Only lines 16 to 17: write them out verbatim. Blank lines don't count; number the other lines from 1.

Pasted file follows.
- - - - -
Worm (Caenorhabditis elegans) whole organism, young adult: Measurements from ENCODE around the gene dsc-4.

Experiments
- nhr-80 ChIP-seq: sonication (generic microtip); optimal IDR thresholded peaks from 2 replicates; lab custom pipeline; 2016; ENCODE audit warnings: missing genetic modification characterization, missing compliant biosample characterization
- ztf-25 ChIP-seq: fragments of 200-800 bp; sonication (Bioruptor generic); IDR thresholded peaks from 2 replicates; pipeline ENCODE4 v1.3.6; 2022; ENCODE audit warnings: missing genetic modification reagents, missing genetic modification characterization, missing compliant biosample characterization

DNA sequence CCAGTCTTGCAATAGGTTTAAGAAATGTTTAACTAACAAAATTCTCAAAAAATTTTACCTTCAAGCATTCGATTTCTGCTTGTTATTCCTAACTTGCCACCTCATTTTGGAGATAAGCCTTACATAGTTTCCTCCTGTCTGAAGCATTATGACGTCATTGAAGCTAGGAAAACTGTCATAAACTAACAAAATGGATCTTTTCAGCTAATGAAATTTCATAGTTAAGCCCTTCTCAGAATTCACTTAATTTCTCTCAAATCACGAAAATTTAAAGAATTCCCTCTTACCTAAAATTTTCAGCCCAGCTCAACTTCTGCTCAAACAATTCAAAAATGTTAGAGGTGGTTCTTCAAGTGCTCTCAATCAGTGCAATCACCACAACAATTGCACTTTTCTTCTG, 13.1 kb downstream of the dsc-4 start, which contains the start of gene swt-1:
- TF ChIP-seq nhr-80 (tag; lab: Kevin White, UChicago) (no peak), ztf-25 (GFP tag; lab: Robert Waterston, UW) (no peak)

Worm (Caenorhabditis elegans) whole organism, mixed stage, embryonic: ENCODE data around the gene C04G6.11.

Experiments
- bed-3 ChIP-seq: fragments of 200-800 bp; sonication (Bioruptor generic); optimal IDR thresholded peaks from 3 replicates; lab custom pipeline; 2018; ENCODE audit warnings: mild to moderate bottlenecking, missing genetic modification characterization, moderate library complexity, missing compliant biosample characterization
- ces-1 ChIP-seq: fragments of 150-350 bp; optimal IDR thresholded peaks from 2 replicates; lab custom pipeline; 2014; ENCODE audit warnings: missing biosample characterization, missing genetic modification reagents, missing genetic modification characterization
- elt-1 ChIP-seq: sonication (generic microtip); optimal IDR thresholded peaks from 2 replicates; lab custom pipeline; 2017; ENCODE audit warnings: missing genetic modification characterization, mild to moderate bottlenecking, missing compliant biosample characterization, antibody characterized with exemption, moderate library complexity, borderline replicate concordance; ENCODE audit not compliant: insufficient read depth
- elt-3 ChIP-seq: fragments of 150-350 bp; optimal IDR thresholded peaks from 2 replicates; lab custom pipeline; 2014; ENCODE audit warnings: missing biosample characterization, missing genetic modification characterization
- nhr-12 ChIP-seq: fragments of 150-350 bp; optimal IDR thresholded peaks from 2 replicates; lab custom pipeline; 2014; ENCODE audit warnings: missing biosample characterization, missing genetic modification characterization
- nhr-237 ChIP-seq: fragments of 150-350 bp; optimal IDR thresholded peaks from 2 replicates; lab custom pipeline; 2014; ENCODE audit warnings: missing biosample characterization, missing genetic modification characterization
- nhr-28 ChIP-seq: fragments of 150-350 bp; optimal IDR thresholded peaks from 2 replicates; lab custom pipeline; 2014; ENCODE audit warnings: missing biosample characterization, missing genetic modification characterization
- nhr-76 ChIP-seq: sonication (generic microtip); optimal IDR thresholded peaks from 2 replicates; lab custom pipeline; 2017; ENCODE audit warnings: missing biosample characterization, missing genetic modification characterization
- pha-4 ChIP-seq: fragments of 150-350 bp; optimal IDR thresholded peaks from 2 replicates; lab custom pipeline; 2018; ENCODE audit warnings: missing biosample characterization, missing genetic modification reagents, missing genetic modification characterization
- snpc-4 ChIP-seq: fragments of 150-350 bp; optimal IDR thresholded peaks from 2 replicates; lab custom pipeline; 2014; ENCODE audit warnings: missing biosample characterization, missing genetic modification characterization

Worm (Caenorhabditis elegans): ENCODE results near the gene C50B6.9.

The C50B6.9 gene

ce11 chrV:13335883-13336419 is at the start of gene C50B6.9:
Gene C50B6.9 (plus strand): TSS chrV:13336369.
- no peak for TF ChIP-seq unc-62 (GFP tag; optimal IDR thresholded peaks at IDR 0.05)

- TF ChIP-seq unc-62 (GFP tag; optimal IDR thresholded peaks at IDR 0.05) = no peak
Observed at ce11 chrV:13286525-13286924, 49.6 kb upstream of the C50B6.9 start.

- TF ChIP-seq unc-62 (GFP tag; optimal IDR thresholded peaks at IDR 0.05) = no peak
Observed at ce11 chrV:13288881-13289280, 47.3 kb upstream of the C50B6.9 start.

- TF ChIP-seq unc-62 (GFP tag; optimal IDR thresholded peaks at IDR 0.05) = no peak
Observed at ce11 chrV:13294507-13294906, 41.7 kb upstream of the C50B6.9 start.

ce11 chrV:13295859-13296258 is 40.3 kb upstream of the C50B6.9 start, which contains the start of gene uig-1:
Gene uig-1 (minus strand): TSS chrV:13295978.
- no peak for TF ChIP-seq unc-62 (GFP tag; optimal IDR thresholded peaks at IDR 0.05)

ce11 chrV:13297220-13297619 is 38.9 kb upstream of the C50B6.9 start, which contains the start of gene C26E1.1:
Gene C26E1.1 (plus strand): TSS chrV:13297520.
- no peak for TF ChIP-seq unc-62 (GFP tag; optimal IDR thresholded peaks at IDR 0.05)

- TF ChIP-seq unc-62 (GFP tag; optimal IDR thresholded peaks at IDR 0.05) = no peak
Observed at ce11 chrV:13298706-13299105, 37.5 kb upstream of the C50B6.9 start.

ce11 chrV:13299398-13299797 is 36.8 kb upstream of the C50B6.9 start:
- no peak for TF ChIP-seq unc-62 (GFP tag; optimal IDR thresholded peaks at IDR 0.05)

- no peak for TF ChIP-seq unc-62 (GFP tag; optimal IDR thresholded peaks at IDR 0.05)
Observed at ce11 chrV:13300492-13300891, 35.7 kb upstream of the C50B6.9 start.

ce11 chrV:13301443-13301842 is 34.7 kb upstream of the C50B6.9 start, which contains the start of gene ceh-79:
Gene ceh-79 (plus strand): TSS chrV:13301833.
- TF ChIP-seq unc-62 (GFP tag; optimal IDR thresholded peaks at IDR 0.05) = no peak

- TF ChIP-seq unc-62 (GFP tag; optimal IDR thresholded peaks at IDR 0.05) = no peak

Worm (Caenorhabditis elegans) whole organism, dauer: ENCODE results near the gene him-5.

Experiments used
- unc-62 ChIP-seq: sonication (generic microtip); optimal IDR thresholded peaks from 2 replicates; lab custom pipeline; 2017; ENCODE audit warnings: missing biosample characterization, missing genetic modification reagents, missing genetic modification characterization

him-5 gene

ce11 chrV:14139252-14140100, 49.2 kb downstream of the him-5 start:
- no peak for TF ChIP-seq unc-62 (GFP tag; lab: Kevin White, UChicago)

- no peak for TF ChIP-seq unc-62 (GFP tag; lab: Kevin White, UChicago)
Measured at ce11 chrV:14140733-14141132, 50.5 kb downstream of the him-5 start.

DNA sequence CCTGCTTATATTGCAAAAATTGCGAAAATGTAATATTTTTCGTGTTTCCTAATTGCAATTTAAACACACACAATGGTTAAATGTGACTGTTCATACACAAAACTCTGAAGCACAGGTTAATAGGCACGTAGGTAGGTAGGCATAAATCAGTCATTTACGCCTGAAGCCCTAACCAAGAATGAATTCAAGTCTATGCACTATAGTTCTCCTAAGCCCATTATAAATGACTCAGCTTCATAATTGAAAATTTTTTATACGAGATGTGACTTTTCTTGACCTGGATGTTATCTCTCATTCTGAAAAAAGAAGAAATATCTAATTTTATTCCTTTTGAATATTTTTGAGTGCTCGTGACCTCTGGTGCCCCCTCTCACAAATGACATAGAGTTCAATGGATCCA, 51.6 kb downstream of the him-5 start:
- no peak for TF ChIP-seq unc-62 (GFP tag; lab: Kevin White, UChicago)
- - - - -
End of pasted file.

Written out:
- nhr-76 ChIP-seq: sonication (generic microtip); optimal IDR thresholded peaks from 2 replicates; lab custom pipeline; 2017; ENCODE audit warnings: missing biosample characterization, missing genetic modification characterization
- pha-4 ChIP-seq: fragments of 150-350 bp; optimal IDR thresholded peaks from 2 replicates; lab custom pipeline; 2018; ENCODE audit warnings: missing biosample characterization, missing genetic modification reagents, missing genetic modification characterization